In November, on the beaches between St Lucia and Kosi Bay in northern KZN, female leatherback and loggerhead turtles return to the same place they were born to lay their eggs. The turtle will dig a hole about a metre deep in the sand, above the high-tide mark, and lay about 100 eggs. Then she’ll return to the sea, leaving the babies to fend for themselves when they hatch. About two months later, between January and March, golf-ball-sized hatchlings tackle the long and dangerous journey across the beach to the sea, dodging hungry seagulls and ghost crabs. You have a good chance of seeing the turtles on a tour because the iSimangaliso park officials keep a close eye on the nests and the guides know the beaches well. It feels like a miracle when the guide’s torch lands on a sandy spot and a tiny turtle pops out its head. It blinks and tries to make sense of the big, new world. Good luck, little one! Cost: The nesting sites are inside iSimangaliso Wetland Park; you can only look for turtles with a guide. Several operators offer tours (about R600 per person). Depending on the time of year, you’ll either see turtles laying eggs or the eggs hatching. Rates depend on the size of the group and extras like picnic baskets and transport. Visit isimangaliso.com/activity/ turtle-tours Accommodation: Kosi Bay Lodge has en suite safari tents with a communal kitchen (from R280 per person) and self-catering chalets (from R400 per person). 083 262 4865; kosibaylodge.co.za TIP Bring a headlamp and a warm jacket. It can be cold and windy on the beach. – Evan Naudé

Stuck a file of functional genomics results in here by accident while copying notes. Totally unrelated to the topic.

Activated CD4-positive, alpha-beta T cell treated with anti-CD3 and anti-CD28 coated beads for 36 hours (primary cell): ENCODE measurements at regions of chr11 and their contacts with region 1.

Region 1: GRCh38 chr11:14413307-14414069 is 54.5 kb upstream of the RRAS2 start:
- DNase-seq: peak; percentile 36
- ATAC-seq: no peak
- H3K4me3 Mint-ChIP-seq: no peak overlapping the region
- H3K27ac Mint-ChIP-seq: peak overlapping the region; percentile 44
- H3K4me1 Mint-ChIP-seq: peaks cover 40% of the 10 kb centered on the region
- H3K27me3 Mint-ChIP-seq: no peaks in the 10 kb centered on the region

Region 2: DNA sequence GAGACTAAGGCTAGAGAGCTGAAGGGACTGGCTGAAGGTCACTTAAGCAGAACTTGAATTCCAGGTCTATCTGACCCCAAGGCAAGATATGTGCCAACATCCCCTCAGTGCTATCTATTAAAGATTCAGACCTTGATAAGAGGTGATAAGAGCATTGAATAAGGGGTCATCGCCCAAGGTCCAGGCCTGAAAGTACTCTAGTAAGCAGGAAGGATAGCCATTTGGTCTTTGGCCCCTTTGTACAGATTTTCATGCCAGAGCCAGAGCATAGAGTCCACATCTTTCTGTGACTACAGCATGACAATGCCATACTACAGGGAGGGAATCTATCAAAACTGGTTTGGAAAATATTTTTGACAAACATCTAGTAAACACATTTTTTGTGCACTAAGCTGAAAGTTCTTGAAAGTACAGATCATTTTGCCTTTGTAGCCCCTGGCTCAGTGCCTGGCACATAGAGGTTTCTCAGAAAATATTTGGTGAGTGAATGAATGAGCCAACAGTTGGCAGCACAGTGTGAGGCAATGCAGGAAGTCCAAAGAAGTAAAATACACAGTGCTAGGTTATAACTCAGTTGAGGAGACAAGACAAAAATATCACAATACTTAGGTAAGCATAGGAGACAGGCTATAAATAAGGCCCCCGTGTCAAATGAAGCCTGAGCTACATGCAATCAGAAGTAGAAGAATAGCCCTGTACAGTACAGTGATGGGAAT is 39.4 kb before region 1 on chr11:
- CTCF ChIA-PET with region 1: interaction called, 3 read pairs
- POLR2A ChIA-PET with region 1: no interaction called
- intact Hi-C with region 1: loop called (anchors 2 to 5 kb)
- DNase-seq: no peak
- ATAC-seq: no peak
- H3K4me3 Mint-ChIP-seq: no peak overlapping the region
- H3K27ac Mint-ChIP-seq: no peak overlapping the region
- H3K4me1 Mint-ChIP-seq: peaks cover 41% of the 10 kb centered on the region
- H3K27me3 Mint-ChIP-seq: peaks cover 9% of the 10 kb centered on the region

13 BARBERTON GEOTRAIL Travel back in time You can do the Barberton Geotrail again and again and learn something new every time, even if it’s just new geology jargon. It’s a challenge to wrap your head around not only the names of the rocks (arenite, baryte, lapilli), but also how ancient the Barberton greenstone belt is. It’s estimated to have been formed about 3 billion years ago. Every stop on the trail has information boards and graphics to explain what you’re looking at, and how it fits into the bigger picture – everything from tidal sandstone formations to biomats, the first signs of primitive life on earth. The trail starts where the R40 and R38 intersect outside Barberton; you’ll drive over the steep Saddleback Pass for about 45 km to just before you reach the Josefsdal border post to Swaziland. The Geotrail will you put you in your place – in a good way! Cost: Free. Buy a trail guide (R120) at the Barberton tourism office in Pilgrim Street. A guided tour by geology expert Tony Ferrar ( 072 376 2581) costs R200 per group per day (max six people). TIP Set aside at least half a day to drive the trail. Pack a picnic basket. There are braai facilities at some of the viewpoints. The one at Lebombo/ Makhonjwa is 1 800m above sea level and the view gets five stars. A summary of the trail, and all the information, is also available in braille. – Annemarie van der Walt Punda Maria, the northernmost rest camp in the Kruger, has an old-world feel. It captures the pioneering spirit of the early days of the park. Maybe it’s the original pole-and-clay houses built in 1931, which still have communal braai facilities. Or the stories of big game hunters and ivory smugglers who made their own rules in this wild corner of the country. Plan your visit for summer when migratory birds visit the northern parts of the park. You may see rare birds like Eurasian golden oriole, African golden oriole, broad-billed roller and even pennant-winged nightjar. Go look for animal action on the S64 to the Luvuvhu Bridge and the S63 to Crooks’ Corner. The S63 runs along the Luvuvhu River, and through a fever tree forest. When I drove this route, I saw so many birds: Burchell’s coucal, bee-eaters, red-backed shrike, green wood-hoopoe, fish-eagles and an African harrier-hawk. Get out of your vehicle at the Crooks’ Corner viewpoint and look out over the confluence of the Luvuvhu and Limpopo rivers (crocodiles should be lurking). On the other side of the river you’ll see Mozambique, Zimbabwe and the rest of Africa, waiting to be explored… Cost: Kruger conservation fee R93 per adult; R47 per child under 12; free with a Wild card. Accommodation: Camping from R243 per night for two people; R89 per extra adult; R45 per extra child (max six people per stand). Self-catering unit with communal kitchen from R888 per night for two people. Safari tent from R1 055 per night for two people. 013 735 6873 (Punda Maria); 012 428 9111 (bookings); sanparks.org TIP Not in the mood to look at your neighbour’s game-drive photos? Do the Flycatcher hike. The trail starts behind the reception office and there is a bench under some trees about halfway along. He’ll never find you there. – Esma Marnewick